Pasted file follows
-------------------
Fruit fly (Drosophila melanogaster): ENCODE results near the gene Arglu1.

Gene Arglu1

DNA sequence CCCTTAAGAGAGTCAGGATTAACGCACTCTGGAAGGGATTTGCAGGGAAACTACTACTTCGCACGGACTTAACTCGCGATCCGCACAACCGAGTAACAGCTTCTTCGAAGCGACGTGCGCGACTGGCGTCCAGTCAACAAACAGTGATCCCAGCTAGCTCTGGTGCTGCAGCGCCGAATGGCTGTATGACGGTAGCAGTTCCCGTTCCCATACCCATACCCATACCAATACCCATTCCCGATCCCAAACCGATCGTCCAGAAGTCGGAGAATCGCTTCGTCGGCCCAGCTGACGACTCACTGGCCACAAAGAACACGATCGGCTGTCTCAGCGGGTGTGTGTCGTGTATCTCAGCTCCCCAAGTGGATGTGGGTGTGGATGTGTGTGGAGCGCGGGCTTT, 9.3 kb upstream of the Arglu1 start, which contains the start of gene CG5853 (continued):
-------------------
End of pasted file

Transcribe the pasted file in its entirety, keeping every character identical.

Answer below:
Fruit fly (Drosophila melanogaster): ENCODE results near the gene Arglu1.

Gene Arglu1

DNA sequence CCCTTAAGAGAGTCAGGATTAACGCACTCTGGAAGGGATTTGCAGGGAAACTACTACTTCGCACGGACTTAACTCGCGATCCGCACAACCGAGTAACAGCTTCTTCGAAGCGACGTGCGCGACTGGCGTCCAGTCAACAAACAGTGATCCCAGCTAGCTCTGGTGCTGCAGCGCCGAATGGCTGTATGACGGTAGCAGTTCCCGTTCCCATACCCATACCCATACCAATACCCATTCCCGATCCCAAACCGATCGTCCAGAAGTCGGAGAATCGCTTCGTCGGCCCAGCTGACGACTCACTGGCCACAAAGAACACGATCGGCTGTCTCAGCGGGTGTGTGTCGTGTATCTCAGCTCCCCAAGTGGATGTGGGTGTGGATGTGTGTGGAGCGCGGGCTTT, 9.3 kb upstream of the Arglu1 start, which contains the start of gene CG5853 (continued):